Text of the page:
Yesterday afternoon, Fox News brought on Newt Gingrich to discuss the school shooting in Cleveland, with predictable results. I don't have a link to the video or transcript, but Newt argued that the reason this happened is our depraved society, in which respect for authority has been eroded to the point where...well, I guess to the point where kids have so little respect for their teachers and parents that they'll try to kill their classmates, then commit suicide. If only this boy had been more afraid of getting grounded, this never would have happened.

This is nothing new for Newt; you may recall that he blamed the Virginia Tech shooting and the Columbine massacre on liberalism, as well as what might have been his all-time high point, the Susan Smith case. In 1994, Smith put her two kids in her car, then pushed it into a lake. Just before that year's congressional election, the Associated Press reported the following:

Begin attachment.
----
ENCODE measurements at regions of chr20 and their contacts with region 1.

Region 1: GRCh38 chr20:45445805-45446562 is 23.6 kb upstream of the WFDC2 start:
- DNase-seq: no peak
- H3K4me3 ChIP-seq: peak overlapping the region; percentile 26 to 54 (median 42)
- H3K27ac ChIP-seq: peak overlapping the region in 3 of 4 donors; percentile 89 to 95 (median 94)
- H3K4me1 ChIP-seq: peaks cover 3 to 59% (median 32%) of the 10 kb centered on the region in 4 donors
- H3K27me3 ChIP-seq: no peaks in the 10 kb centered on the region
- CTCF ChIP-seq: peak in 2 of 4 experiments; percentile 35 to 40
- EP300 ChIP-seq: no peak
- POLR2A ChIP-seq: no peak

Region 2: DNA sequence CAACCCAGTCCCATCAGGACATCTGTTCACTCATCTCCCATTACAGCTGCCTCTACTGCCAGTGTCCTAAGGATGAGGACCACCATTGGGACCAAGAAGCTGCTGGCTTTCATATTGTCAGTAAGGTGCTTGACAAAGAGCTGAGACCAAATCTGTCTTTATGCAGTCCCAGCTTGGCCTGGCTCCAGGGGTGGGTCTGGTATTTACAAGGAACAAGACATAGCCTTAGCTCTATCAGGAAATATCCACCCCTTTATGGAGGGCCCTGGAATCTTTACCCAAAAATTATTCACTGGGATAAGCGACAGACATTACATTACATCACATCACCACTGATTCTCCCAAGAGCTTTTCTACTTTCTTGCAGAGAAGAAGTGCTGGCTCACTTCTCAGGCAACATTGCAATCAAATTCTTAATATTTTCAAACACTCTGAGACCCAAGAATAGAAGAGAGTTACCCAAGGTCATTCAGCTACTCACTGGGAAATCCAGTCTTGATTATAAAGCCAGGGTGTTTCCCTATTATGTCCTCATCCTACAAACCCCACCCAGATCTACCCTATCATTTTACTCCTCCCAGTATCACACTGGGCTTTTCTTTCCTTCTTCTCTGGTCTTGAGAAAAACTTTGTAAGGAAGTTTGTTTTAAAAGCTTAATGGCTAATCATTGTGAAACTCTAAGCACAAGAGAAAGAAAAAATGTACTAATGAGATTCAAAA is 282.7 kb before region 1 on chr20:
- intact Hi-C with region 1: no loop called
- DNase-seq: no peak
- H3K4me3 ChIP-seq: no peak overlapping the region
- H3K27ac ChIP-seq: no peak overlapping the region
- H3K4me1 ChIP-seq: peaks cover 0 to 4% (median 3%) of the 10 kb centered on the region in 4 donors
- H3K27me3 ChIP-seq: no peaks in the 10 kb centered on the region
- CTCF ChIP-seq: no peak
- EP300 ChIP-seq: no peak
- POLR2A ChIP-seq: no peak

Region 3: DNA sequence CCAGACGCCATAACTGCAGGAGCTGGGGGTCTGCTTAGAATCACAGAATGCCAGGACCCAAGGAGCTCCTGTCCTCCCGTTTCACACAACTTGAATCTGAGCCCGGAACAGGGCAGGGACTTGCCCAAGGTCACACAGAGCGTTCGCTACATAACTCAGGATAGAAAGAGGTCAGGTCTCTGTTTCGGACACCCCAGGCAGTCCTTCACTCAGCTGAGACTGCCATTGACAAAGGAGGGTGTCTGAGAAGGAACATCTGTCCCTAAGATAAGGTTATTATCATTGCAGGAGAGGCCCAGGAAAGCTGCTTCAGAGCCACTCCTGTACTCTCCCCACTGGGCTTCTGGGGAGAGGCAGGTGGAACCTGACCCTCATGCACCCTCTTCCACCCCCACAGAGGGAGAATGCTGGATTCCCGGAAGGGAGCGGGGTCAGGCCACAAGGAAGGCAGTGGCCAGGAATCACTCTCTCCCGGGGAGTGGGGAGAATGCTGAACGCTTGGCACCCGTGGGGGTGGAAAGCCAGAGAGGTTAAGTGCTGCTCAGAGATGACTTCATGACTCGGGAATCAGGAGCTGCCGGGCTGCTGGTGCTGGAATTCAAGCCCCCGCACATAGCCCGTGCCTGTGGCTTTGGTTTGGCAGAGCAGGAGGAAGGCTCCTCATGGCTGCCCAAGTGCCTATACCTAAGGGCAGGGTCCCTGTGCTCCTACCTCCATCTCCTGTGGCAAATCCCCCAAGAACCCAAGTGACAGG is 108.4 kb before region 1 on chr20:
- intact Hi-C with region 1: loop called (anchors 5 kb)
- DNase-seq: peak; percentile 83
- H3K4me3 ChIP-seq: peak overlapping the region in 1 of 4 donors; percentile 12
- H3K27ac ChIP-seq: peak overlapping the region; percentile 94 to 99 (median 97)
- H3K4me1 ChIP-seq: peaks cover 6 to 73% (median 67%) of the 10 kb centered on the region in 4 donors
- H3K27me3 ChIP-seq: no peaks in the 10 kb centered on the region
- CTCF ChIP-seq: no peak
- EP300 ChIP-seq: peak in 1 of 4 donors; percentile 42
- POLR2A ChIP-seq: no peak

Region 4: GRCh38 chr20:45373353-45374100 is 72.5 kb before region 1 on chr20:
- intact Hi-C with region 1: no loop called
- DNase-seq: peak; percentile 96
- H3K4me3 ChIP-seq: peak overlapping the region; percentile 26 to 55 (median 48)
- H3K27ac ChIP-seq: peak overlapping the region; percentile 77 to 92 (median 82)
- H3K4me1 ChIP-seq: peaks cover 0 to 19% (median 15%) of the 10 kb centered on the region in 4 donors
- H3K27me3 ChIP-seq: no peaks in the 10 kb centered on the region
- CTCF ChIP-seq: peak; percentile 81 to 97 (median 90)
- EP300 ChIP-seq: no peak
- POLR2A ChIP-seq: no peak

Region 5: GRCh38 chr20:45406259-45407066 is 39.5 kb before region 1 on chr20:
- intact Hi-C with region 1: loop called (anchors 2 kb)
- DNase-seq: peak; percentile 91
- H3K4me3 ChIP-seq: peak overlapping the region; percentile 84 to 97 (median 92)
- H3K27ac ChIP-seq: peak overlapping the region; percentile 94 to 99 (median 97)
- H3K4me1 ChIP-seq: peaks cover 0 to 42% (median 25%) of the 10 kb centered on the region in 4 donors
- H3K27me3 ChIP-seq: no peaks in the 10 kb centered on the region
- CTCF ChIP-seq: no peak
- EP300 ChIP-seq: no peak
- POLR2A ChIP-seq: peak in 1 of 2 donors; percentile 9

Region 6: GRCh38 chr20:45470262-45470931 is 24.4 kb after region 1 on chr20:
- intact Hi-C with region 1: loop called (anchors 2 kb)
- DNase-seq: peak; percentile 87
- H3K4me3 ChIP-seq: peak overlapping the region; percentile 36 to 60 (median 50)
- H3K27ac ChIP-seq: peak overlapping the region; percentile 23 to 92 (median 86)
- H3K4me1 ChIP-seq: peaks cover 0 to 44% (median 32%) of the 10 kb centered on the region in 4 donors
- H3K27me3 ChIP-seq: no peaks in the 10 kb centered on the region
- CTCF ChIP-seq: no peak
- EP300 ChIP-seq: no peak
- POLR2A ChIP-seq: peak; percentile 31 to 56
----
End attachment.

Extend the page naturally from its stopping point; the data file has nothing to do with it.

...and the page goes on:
"I think the mother killing her two children in South Carolina vividly reminds every American how sick the society is getting and how much we have to have change," [Gingrich] said. "I think people want to change and the only way you get change is to vote Republican. That's the message for the last three days."

Classy. Oddly enough, Gingrich was silent on the Andrea Yates case, in which a Texas mother murdered her five children in 2001. It might have had something to do with the fact that Yates was, in addition to being mentally ill, a deeply religious person who claimed that God had instructed her to kill her children.

But here's my question: Does Newt really believe what he says on occasions like this? Not that society is depraved and kids don't have enough respect for authority - I'm sure he believes that. But does he really believe that if a child is so disturbed and desperate he'd commit or attempt a murder-suicide, all he needs is a good kick in the ass from a strong father figure? And aren't conservatives supposed to be advocates of "personal responsibility"? What's all this it's-all-society's-fault claptrap?

And this is the Republican party's most important "intellectual."

--Paul Waldman

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